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Inhabiting the Grid: Radionavigation and Electronic Coordinates, 1920–1965

Inhabiting the Grid: Radionavigation and Electronic Coordinates, 1920–1965

Chapter:
(p.205) Chapter Five Inhabiting the Grid: Radionavigation and Electronic Coordinates, 1920–1965
Source:
After the Map
Author(s):
William Rankin
Publisher:
University of Chicago Press
DOI:10.7208/chicago/9780226339535.003.0005

Radionavigation systems come in many different varieties, and different systems can construct very different geographies. The history of radionavigation before GPS is largely a story of technological proliferation, with dozens of solutions developed around the world for a wide variety of needs and user groups. This chapter begins by comparing the earliest such systems of the late 1920s – the Radio Range in the US and Radio Direction Finding (D/F) in Europe – as two ways of understanding the relationship between radio and bounded national space. The creation of many more systems in World War II – especially the invention of hyper-precise blind bombing systems and various “hyperbolic navigation” systems that had much in common with cartographic grids – led to a long and heated battle over radio standards at the International Civil Aviation Organization in the 1950s and 1960s. This chapter makes it clear that these debates over “track guides” and “area coverage,” and especially the development of “integrated navigation” that combined signals from multiple systems, were not leading inevitably to GPS. By the late 1960s, the field of electronic navigation was quite sustainably heterogeneous, and transnational space was becoming increasingly unified without any top-down guiding hand.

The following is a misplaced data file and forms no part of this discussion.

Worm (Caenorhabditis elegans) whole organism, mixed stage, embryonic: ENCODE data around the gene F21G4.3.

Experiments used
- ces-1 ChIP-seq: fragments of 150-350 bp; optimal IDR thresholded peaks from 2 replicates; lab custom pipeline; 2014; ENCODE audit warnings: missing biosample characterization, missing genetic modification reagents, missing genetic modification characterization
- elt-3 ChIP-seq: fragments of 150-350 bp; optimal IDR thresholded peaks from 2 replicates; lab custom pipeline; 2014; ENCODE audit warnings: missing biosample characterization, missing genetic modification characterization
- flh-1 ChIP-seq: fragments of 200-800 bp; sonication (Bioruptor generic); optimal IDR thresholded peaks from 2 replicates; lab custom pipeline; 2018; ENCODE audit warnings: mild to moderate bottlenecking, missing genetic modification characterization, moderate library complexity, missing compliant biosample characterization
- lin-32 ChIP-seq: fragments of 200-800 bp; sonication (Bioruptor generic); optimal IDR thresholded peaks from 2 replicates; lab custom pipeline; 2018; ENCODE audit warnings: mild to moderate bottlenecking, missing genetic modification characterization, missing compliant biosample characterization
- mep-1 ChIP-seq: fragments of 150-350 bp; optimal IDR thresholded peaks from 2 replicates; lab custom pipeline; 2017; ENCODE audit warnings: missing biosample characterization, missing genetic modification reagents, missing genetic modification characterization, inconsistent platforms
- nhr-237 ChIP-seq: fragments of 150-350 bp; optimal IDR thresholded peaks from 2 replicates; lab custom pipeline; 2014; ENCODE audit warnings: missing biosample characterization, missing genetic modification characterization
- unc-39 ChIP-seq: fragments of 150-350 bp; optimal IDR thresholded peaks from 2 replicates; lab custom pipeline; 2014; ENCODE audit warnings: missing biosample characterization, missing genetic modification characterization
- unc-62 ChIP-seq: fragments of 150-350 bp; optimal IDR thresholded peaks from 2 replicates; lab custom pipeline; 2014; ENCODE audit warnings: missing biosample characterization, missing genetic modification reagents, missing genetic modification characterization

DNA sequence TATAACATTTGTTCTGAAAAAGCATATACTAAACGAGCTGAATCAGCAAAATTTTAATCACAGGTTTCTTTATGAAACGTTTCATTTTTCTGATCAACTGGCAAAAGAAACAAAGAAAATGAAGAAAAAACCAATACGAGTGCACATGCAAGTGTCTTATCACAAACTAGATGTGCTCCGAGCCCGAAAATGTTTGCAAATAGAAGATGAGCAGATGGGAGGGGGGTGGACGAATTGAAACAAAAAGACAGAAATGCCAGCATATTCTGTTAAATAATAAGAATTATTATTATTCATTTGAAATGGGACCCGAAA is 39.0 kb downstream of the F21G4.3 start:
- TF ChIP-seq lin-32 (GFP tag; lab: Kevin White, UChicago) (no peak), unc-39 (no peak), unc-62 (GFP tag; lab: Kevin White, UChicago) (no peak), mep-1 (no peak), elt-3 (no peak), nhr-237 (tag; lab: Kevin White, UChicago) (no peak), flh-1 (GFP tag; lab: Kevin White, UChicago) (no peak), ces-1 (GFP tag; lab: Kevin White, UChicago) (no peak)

Keywords:   radionavigation, Radio Range, Radio Direction Finding, blind bombing, hyperbolic navigation, World War II, International Civil Aviation Organization, integrated navigation, track guides, area coverage

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